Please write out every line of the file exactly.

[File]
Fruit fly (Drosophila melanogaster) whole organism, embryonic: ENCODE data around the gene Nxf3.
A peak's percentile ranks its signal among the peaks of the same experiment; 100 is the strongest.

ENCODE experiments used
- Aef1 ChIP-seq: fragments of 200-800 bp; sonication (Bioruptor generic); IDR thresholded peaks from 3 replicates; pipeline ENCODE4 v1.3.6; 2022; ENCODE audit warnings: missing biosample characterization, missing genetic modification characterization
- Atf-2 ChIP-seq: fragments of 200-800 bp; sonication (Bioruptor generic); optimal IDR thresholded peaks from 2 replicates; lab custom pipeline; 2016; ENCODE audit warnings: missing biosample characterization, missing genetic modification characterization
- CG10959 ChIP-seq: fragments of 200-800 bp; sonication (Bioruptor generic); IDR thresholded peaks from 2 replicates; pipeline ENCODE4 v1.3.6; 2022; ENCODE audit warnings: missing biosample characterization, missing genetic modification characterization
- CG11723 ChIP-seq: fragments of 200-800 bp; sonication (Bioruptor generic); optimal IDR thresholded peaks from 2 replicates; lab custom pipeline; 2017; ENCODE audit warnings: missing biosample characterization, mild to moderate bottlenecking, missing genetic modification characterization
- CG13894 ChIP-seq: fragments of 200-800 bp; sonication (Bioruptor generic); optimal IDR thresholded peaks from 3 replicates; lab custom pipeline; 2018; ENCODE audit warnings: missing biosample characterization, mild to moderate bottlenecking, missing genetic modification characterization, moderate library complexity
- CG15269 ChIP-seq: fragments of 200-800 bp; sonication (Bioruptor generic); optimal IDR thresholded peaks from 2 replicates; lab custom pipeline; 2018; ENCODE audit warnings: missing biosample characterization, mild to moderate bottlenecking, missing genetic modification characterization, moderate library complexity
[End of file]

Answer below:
Fruit fly (Drosophila melanogaster) whole organism, embryonic: ENCODE data around the gene Nxf3.
A peak's percentile ranks its signal among the peaks of the same experiment; 100 is the strongest.

ENCODE experiments used
- Aef1 ChIP-seq: fragments of 200-800 bp; sonication (Bioruptor generic); IDR thresholded peaks from 3 replicates; pipeline ENCODE4 v1.3.6; 2022; ENCODE audit warnings: missing biosample characterization, missing genetic modification characterization
- Atf-2 ChIP-seq: fragments of 200-800 bp; sonication (Bioruptor generic); optimal IDR thresholded peaks from 2 replicates; lab custom pipeline; 2016; ENCODE audit warnings: missing biosample characterization, missing genetic modification characterization
- CG10959 ChIP-seq: fragments of 200-800 bp; sonication (Bioruptor generic); IDR thresholded peaks from 2 replicates; pipeline ENCODE4 v1.3.6; 2022; ENCODE audit warnings: missing biosample characterization, missing genetic modification characterization
- CG11723 ChIP-seq: fragments of 200-800 bp; sonication (Bioruptor generic); optimal IDR thresholded peaks from 2 replicates; lab custom pipeline; 2017; ENCODE audit warnings: missing biosample characterization, mild to moderate bottlenecking, missing genetic modification characterization
- CG13894 ChIP-seq: fragments of 200-800 bp; sonication (Bioruptor generic); optimal IDR thresholded peaks from 3 replicates; lab custom pipeline; 2018; ENCODE audit warnings: missing biosample characterization, mild to moderate bottlenecking, missing genetic modification characterization, moderate library complexity
- CG15269 ChIP-seq: fragments of 200-800 bp; sonication (Bioruptor generic); optimal IDR thresholded peaks from 2 replicates; lab custom pipeline; 2018; ENCODE audit warnings: missing biosample characterization, mild to moderate bottlenecking, missing genetic modification characterization, moderate library complexity